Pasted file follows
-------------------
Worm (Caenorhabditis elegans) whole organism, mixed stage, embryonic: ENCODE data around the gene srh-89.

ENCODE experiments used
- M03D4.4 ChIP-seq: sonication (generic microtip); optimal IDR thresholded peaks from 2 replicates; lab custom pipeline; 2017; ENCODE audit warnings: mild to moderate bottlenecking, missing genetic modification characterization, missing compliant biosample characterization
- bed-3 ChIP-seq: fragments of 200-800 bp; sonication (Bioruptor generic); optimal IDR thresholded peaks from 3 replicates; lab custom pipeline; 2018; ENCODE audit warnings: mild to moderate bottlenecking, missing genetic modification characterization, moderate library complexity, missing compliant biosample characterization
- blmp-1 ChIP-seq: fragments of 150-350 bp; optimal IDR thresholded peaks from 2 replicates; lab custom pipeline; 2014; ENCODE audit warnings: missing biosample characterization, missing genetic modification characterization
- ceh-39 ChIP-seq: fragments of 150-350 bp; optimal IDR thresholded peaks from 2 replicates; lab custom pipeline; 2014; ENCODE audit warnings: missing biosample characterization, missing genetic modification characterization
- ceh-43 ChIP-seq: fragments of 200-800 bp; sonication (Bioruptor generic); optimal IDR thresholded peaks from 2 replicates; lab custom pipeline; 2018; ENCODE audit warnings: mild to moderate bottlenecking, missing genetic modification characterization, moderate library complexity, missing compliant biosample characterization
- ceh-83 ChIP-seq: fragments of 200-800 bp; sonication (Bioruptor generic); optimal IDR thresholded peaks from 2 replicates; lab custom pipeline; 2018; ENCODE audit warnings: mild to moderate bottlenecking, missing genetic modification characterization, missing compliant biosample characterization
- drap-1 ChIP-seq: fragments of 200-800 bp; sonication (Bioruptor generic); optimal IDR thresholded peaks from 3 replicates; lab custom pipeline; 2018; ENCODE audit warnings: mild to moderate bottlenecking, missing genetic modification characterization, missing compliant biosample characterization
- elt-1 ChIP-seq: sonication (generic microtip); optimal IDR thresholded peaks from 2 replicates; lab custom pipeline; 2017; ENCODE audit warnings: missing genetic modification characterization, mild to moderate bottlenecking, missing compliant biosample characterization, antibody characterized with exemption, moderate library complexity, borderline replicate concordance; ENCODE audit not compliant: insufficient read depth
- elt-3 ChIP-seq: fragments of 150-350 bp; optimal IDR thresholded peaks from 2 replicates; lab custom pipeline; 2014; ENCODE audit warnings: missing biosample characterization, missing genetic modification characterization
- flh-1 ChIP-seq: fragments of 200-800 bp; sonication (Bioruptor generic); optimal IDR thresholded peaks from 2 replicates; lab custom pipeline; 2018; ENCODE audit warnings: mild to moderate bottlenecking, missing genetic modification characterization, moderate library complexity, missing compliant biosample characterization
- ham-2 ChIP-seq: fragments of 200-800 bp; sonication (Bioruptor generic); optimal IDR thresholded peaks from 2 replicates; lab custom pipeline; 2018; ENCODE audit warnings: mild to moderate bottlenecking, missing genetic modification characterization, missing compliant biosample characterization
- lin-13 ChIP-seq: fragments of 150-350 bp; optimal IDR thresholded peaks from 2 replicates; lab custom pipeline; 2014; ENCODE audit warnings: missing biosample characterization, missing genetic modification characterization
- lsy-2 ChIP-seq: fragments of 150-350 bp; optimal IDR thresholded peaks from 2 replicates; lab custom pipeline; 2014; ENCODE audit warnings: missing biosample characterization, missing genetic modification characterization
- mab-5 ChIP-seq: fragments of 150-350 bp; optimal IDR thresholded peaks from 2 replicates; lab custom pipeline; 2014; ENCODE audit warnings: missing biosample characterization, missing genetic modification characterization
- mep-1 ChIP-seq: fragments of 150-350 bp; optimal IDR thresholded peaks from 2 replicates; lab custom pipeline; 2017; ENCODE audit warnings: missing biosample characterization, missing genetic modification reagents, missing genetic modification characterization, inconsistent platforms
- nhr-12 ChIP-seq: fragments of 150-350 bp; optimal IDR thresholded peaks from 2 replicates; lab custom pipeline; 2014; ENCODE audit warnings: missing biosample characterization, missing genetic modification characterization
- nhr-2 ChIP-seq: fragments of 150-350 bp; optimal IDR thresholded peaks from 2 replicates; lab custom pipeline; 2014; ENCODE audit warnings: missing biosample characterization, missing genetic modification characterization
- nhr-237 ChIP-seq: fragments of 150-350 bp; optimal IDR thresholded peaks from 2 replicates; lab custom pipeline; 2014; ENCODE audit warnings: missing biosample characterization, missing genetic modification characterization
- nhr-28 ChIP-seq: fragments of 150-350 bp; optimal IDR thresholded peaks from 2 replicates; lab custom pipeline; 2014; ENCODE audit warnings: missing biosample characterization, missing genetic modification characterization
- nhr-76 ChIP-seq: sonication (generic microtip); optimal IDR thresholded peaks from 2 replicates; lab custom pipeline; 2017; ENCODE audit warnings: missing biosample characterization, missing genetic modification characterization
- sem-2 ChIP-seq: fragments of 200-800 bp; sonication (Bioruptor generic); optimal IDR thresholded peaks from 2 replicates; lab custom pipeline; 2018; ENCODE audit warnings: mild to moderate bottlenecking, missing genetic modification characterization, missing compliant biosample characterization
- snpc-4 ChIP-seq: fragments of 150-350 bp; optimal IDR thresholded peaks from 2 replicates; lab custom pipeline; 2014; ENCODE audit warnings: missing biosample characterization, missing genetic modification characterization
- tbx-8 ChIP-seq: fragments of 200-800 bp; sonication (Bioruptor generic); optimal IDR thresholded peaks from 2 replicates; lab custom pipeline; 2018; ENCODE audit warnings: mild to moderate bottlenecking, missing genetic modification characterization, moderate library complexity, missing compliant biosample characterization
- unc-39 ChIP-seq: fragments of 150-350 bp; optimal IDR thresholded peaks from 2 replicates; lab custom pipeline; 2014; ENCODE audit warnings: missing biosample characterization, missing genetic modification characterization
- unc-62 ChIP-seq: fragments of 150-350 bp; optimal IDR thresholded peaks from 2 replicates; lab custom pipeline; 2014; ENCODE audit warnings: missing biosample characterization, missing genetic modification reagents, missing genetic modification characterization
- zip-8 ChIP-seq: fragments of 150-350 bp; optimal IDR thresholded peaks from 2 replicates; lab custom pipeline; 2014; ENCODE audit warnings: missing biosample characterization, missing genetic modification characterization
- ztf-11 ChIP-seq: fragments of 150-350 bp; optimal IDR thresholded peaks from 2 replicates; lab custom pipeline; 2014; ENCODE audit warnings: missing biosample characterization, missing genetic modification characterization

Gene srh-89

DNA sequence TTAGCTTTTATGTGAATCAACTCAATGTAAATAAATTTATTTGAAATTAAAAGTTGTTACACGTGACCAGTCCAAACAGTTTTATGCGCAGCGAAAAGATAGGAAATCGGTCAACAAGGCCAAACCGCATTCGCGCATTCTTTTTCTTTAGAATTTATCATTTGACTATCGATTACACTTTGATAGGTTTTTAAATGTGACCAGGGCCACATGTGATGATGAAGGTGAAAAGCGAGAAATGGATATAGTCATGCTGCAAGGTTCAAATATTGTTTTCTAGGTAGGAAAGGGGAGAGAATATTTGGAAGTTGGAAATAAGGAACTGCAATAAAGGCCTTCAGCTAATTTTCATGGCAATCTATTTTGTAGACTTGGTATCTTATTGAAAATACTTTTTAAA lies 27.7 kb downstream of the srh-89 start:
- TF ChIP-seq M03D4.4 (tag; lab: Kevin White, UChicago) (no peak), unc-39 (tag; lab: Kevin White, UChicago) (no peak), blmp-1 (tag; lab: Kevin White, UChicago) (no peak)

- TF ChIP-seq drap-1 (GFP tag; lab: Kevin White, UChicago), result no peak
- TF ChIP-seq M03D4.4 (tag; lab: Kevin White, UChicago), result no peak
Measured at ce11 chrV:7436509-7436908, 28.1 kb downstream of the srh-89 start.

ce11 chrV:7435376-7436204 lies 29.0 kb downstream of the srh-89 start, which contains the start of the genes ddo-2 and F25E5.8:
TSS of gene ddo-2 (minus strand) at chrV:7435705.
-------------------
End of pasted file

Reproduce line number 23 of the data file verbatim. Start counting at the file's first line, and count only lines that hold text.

- sem-2 ChIP-seq: fragments of 200-800 bp; sonication (Bioruptor generic); optimal IDR thresholded peaks from 2 replicates; lab custom pipeline; 2018; ENCODE audit warnings: mild to moderate bottlenecking, missing genetic modification characterization, missing compliant biosample characterization